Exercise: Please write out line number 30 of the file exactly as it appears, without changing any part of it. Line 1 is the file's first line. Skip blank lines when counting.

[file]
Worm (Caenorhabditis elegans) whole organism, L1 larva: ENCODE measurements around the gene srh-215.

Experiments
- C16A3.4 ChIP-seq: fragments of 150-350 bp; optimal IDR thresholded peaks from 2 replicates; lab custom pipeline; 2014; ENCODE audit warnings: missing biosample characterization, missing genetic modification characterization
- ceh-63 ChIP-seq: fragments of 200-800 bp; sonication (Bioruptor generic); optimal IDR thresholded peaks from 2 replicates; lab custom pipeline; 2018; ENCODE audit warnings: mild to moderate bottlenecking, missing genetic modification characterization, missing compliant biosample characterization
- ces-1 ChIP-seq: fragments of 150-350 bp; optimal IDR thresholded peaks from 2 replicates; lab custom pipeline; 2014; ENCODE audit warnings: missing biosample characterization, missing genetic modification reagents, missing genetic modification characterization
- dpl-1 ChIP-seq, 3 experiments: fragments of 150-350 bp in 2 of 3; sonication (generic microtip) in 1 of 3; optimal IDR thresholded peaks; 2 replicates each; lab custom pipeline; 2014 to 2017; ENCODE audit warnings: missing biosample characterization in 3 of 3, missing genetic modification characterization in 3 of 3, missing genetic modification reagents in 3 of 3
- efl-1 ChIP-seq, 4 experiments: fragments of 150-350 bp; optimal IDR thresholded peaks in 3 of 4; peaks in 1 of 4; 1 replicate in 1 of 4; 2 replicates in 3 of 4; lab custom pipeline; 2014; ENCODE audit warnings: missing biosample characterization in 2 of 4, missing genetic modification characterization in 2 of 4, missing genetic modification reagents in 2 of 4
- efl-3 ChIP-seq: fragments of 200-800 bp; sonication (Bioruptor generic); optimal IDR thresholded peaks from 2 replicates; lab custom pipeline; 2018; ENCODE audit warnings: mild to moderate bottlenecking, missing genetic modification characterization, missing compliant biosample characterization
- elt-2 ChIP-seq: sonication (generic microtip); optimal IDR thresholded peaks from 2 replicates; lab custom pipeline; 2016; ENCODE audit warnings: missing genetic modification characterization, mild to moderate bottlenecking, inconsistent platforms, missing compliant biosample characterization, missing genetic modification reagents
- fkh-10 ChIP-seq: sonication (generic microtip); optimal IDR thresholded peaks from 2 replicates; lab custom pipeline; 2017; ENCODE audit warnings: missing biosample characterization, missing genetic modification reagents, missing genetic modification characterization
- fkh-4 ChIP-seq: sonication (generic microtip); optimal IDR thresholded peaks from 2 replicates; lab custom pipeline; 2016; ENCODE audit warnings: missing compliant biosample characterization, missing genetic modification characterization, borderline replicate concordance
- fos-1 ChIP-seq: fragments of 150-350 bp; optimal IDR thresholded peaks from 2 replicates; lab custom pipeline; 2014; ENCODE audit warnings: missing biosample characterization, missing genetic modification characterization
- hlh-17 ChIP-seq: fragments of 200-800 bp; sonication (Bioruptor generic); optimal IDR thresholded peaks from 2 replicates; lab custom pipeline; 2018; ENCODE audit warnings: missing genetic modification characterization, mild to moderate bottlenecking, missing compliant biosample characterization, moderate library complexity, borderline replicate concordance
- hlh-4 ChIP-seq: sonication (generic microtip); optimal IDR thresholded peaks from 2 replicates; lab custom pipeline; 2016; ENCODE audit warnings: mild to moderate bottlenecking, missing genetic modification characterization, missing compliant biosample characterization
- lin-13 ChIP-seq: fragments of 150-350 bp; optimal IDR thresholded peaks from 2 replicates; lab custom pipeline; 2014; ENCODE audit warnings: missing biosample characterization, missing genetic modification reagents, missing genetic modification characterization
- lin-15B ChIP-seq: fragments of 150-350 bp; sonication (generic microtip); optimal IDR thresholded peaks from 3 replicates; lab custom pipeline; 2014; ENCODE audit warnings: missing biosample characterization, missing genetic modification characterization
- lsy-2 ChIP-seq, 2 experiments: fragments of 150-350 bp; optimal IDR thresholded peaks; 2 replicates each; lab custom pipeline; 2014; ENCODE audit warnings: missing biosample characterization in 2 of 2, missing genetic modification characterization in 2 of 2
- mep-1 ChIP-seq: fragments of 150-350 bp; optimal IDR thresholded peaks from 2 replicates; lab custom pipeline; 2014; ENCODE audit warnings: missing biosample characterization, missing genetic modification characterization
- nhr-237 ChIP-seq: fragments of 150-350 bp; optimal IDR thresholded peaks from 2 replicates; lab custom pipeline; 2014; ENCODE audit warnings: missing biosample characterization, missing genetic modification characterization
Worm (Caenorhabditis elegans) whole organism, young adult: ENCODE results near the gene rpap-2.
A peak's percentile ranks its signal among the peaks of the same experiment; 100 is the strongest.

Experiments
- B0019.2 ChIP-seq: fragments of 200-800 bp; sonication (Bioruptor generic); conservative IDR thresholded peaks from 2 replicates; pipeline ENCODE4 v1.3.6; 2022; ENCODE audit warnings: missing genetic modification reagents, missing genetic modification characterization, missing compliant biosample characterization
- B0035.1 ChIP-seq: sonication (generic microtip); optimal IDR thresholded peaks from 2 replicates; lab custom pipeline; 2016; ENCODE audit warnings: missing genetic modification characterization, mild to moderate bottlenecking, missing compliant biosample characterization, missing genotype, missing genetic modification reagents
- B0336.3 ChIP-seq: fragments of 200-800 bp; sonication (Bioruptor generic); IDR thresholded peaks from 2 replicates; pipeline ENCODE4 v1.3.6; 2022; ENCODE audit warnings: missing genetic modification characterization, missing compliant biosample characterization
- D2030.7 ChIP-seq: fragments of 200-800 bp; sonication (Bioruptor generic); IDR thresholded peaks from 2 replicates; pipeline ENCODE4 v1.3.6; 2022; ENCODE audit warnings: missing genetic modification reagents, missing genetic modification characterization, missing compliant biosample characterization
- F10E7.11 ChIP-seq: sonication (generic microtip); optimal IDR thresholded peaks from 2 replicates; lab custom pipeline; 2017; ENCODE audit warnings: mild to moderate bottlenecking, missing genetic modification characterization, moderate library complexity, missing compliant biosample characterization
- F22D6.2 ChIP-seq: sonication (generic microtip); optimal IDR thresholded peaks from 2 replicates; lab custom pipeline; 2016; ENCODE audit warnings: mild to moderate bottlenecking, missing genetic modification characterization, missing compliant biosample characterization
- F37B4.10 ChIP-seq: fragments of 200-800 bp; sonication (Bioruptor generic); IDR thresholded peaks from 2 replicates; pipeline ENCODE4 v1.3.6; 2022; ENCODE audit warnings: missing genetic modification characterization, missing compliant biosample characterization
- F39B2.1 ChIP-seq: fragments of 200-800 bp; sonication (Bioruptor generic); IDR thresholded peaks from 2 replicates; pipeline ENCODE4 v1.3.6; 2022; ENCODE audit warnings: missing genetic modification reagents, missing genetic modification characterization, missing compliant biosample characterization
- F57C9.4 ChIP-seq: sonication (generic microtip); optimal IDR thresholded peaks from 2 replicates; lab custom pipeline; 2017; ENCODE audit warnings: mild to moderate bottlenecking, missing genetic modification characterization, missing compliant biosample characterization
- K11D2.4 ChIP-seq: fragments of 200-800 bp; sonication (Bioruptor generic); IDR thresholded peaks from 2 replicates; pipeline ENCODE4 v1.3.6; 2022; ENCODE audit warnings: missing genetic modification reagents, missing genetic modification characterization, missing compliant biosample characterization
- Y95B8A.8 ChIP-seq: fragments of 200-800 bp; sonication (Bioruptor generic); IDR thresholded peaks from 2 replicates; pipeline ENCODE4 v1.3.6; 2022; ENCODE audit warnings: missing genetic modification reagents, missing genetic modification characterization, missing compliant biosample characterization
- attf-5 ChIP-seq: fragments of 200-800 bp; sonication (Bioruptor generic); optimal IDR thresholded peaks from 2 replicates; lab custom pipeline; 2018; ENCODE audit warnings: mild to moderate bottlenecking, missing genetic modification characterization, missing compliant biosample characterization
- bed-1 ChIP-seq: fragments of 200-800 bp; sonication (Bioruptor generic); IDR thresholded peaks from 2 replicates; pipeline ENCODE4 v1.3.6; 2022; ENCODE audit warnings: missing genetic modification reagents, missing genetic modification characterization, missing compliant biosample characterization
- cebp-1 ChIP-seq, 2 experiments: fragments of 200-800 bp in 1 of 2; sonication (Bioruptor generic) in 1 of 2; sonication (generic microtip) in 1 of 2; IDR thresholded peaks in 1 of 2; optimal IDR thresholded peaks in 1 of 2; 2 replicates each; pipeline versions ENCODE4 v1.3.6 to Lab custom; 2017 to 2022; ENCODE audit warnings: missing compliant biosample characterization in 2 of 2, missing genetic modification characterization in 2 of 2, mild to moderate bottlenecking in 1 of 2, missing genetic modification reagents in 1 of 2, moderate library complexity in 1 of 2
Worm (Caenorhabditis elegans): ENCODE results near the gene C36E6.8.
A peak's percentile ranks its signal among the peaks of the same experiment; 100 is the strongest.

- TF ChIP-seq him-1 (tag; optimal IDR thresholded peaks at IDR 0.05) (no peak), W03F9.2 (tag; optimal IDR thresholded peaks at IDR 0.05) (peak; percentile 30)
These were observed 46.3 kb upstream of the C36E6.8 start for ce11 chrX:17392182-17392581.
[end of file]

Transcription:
- F39B2.1 ChIP-seq: fragments of 200-800 bp; sonication (Bioruptor generic); IDR thresholded peaks from 2 replicates; pipeline ENCODE4 v1.3.6; 2022; ENCODE audit warnings: missing genetic modification reagents, missing genetic modification characterization, missing compliant biosample characterization